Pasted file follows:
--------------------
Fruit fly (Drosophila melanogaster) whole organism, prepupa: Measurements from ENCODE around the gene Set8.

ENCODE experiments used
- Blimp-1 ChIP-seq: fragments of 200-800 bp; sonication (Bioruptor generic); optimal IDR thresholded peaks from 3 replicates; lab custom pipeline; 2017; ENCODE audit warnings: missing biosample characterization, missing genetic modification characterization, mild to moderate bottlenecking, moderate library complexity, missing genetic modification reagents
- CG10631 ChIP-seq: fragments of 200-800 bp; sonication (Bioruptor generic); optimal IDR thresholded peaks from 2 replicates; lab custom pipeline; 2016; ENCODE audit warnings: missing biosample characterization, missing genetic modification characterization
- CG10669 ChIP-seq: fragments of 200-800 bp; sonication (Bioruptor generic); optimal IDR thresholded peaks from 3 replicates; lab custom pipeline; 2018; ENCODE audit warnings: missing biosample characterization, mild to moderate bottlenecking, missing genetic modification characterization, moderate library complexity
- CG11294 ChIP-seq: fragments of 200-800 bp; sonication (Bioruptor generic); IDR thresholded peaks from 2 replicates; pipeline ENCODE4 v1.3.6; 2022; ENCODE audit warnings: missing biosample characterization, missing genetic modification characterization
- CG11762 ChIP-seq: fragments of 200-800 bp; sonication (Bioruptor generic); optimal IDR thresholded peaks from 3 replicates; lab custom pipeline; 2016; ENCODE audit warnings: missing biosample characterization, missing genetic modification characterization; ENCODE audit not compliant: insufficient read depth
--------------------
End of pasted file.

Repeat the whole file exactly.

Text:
Fruit fly (Drosophila melanogaster) whole organism, prepupa: Measurements from ENCODE around the gene Set8.

ENCODE experiments used
- Blimp-1 ChIP-seq: fragments of 200-800 bp; sonication (Bioruptor generic); optimal IDR thresholded peaks from 3 replicates; lab custom pipeline; 2017; ENCODE audit warnings: missing biosample characterization, missing genetic modification characterization, mild to moderate bottlenecking, moderate library complexity, missing genetic modification reagents
- CG10631 ChIP-seq: fragments of 200-800 bp; sonication (Bioruptor generic); optimal IDR thresholded peaks from 2 replicates; lab custom pipeline; 2016; ENCODE audit warnings: missing biosample characterization, missing genetic modification characterization
- CG10669 ChIP-seq: fragments of 200-800 bp; sonication (Bioruptor generic); optimal IDR thresholded peaks from 3 replicates; lab custom pipeline; 2018; ENCODE audit warnings: missing biosample characterization, mild to moderate bottlenecking, missing genetic modification characterization, moderate library complexity
- CG11294 ChIP-seq: fragments of 200-800 bp; sonication (Bioruptor generic); IDR thresholded peaks from 2 replicates; pipeline ENCODE4 v1.3.6; 2022; ENCODE audit warnings: missing biosample characterization, missing genetic modification characterization
- CG11762 ChIP-seq: fragments of 200-800 bp; sonication (Bioruptor generic); optimal IDR thresholded peaks from 3 replicates; lab custom pipeline; 2016; ENCODE audit warnings: missing biosample characterization, missing genetic modification characterization; ENCODE audit not compliant: insufficient read depth